Why do people fall out of favor with their boss? Kathi Elster, co-author of Mean Girls at Work: How to Stay Professional When Things Get Personal and Working for You Isn’t Working for Me: How to Get Ahead When Your Boss Holds You Back, suggests that there could be several reasons:

  • You just don’t fit in the culture—you may be too aggressive, or think out of the box
  • You make your boss jealous because you are so good—you’ve become a threat
  • You accidentally said or did something that your boss didn’t like, and now he/she holds a grudge

How can you break free from this relationship? Elster suggests that you have a few options to explore before you pick up and quit. You could try to work it out with your boss—though it may take some sucking up, it might be effective. You could also try to be productive and on point while networking with other departments to see if there is an opening in another part of the company. But if all else fails, according to Elster, you might have to realize that you are who you are and this is just not a good fit.

Is It Time?

Recognizing a poor cultural fit is only half the battle—knowing what to do about it is the other half. Is a less-than-ideal fit ever a reason to seek new opportunities? Many career experts say yes. Here are some situations in which you might want to consider other options:

  • Feeling unhappy. Consultant John Paul Engel of Knowledge Capital Consulting says that the time to leave is when you are truly unhappy. “If you go to work unhappy for a week, find something else to do with your life,” says Engel. “The worst thing is people coming in unhappy bringing everyone else down with them. You should enjoy your work.”
  • Conversation stalemate. In the case of not connecting well with your boss, Leigh Steere, co-founder of Managing People Better, LLC, suggests trying to have a conversation with your manager before throwing in the towel. “It is possible the manager is completely unaware of your situation,” says Steere. “If so, the manager may move quickly to help you feel more included.” However, Steere adds that if you continue to feel out-of-the-loop or excluded even after talking with your manager, it may be time to find a new job.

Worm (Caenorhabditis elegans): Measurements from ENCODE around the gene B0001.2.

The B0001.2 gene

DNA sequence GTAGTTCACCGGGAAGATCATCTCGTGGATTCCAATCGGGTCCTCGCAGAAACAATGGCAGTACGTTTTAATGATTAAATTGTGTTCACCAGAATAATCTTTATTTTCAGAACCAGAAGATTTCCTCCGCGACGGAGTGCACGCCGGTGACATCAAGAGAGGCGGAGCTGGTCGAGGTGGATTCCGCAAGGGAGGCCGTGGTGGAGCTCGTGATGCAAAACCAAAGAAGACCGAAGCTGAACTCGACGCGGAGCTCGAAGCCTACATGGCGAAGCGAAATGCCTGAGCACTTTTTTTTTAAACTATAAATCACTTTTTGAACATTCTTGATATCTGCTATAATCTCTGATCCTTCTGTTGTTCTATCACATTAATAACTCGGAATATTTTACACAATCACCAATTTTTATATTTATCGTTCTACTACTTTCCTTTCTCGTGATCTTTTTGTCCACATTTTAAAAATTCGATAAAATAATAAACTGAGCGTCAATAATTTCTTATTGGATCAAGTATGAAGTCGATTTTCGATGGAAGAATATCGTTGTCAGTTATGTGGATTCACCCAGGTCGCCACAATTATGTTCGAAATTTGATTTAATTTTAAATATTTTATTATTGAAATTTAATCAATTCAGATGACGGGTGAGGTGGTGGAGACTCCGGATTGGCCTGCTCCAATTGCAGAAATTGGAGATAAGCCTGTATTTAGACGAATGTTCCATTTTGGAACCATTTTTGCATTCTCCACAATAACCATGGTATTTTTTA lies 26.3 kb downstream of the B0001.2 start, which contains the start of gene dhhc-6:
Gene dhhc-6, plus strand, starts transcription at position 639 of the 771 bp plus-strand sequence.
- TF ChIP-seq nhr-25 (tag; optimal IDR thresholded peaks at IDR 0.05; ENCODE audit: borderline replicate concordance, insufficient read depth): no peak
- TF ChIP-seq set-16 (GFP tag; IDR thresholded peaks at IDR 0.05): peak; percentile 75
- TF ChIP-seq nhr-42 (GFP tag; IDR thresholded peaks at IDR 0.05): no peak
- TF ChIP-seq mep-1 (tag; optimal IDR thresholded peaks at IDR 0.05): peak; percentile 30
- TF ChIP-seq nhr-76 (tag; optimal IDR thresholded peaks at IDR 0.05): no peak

• Red flags. “Sometimes entire teams are disenfranchised by changing business priorities,” says LaReau. “The whole team gets a sense that they are not aligned with the business goals: new projects are not coming their way; busy work or closing work are offered. The team is not included in new developments, may not be invited to important meetings—they find themselves on the sidelines. Ifany of these happen, it’s a bad fit and time to leave.”
  • Values mismatch. Balzac notes that if you try changing your habits and routines to try to better fit the culture and still feel a strong sense of disconnect, you may be in trouble. “If the company’s vision is something you deeply believe in and you believe that the company is committed to that vision, odds are pretty good that your discomfort is stemming from some mismatch between what you are doing (or what you see the company doing) and that vision,” says Balzac. “Talk to more senior people and see if you can connect the dots between where you are and where the company claims it’s going. If the dots don’t connect, don’t stay.”
  • Problems despite changes. If you’ve tried to make adjustments to your work style to fit the company culture yet find the new ways of behaving so unpleasant or uncomfortable that you can’t stomach them, you may need to say goodbye. “Assuming you’ve made an honest effort to adapt, don’t torture yourself,” says Balzac. “Something isn’t right and there’s no reason to stick around.”
  • Feeling isolated and unproductive. Not everyone who doesn’t fit in has problems at work—in fact, it can be just the opposite. “Sometimes not fitting in with the norms can be a good thing if it allows you to operate in the grey space where most of your more accepted colleagues cannot or will not go,” says Laurence J. Stybel, president of Stybel Peabody Lincolnshire. Stybel emphasizes the importance of distinguishing between being isolated and productive versus isolated and unproductive. “You may be isolated within your team, but you are productive and you are getting visibility outside the organization,” says Stybel. “Good things will happen. Stay the course. But if you are isolated and unproductive or invisible beyond the walls of the team, then you do have to look elsewhere.”

About Robin Madell

Robin Madell has spent over two decades as a corporate writer, journalist, and communications consultant on business, leadership, career, health, finance, technology, and public-interest issues. She is a contributing writer to U.S. News & World Report and serves as a copywriter, speechwriter, and ghostwriter for executives and entrepreneurs across diverse industries. She has served on the Board of Directors of the Healthcare Businesswomen’s Association in New York and San Francisco. Robin is the author of Surviving Your Thirties: Americans Talk About Life After 30 and co-author of The Strong Principles: Career Success.